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1

They seem to have been used interchangeably, with some overlapping definitions and figurative usage in the English language before and leading up to the 17th Century translation of the KJV. The meaning of each is, at least in the Greek, dictated by context. Thus, each of these words for the translators in English also had multiple meanings and connotations ...


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Opponents to the KJV-Only position generally don’t disparage the King James Version (KJV) or treat it as necessarily inferior to contemporary English translations, but instead point out that it faces many of the same challenges and errors that face any English translation. Depending on the opponent you ask, each will probably tell you one of any number of ...


1

to Bless the L-rd simply means to Praise Him. For example, the Torah says, "When you have eaten and are full, you shall Bless the L-RD for the good land which He has given you." Deuteronomy 8.10 In Judaism this is called Birchat HaMazon Blessing or Grace After Meals. It is preceded by Psalms 126, or 137. The rabbis comment that to bless means to bend the ...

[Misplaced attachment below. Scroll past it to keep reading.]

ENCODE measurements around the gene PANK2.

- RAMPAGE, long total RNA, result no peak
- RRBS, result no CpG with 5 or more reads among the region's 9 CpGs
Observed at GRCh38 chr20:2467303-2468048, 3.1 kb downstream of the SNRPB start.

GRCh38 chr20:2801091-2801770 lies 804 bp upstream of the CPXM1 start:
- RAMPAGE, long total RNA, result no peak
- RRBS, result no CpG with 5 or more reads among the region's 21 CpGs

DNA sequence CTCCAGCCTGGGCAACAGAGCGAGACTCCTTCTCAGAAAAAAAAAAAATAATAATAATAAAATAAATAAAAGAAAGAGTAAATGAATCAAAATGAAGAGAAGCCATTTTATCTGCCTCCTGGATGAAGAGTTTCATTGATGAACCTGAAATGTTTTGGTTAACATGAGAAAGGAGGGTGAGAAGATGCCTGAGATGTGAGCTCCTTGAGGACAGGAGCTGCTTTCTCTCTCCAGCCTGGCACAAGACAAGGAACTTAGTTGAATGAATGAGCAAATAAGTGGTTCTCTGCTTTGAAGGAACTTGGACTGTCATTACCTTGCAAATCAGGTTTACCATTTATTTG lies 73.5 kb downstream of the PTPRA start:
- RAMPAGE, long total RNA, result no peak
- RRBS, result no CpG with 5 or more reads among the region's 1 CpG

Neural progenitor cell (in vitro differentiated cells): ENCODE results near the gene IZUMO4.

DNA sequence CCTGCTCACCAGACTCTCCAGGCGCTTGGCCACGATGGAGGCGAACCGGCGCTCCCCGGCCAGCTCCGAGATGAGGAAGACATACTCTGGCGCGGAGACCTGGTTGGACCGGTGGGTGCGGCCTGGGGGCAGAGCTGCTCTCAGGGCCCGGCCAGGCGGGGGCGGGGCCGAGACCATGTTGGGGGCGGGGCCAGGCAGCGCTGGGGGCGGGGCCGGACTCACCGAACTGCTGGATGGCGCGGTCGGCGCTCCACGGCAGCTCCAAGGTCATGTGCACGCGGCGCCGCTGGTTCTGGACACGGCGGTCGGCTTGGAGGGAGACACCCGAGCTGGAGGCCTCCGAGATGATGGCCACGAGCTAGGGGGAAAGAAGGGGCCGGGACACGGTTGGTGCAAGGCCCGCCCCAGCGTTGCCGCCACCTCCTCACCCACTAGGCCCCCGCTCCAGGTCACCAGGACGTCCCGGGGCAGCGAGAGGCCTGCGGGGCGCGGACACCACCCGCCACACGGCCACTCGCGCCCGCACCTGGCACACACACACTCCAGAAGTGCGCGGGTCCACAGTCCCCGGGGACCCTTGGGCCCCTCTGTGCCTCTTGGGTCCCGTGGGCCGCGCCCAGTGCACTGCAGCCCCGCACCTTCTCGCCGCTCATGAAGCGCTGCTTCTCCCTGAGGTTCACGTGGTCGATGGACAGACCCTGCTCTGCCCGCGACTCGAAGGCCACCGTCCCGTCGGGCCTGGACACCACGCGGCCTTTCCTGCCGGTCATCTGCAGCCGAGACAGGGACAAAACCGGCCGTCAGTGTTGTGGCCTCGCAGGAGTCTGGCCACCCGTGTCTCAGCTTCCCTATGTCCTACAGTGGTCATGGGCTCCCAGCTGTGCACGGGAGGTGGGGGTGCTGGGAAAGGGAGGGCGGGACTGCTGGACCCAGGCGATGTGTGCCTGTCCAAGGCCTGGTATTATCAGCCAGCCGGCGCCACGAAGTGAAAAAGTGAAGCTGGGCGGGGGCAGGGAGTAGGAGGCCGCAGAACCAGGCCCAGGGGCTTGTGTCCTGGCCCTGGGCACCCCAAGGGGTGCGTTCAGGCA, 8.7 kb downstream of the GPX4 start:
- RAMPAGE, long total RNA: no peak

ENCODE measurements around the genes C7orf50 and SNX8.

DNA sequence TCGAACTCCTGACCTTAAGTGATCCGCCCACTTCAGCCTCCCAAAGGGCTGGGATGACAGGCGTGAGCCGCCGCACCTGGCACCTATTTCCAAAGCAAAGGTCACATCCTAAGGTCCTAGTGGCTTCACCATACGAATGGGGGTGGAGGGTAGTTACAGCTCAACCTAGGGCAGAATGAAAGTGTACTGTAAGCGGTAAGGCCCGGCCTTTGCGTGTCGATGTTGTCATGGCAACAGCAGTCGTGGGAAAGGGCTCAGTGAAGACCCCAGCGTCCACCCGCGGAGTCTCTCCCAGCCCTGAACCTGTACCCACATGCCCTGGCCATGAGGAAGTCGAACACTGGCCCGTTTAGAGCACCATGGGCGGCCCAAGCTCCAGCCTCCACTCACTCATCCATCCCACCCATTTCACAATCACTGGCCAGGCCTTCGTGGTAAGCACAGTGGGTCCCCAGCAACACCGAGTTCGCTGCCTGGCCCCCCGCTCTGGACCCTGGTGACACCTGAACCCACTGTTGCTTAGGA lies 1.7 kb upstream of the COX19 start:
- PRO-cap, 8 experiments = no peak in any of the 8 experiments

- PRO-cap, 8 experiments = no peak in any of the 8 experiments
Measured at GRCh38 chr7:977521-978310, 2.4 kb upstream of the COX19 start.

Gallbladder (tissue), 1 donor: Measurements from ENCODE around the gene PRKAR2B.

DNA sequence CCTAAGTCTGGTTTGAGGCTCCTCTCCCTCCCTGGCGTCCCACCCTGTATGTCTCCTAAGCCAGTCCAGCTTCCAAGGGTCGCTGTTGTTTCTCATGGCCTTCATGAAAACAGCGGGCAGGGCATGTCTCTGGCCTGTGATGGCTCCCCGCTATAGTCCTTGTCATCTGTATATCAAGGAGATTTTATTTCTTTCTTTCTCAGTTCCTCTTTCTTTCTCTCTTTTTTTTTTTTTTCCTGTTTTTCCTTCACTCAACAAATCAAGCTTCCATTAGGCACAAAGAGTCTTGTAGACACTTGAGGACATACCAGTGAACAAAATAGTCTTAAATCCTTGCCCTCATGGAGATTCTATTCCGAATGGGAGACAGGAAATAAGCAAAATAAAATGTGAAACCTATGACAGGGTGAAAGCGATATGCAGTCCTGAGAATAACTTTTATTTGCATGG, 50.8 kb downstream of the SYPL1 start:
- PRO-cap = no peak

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Before selecting a translation of the Bible for reading or study, it is helpful to understand the goals of the various translations available and how they relate to what you're trying to accomplish by reading the Bible. The way this is commonly categorized is "word for word" translations vs. "thought for thought" translations. Word for word translations ...


20

First of all, these two translations are extremely different. Here's Genesis 1:1 in The Street Bible: First off, nothing. No light, no time, no substance, no matter. Second off, God starts it all off and WHAP! Stuff everywhere! And in the KJV: In the beginning God created the heaven and the earth. There's obviously a significant difference ...



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